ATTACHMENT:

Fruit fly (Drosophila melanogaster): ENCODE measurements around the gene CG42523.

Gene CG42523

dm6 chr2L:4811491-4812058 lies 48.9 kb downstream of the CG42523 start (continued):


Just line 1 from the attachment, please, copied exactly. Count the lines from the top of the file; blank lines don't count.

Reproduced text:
Fruit fly (Drosophila melanogaster): ENCODE measurements around the gene CG42523.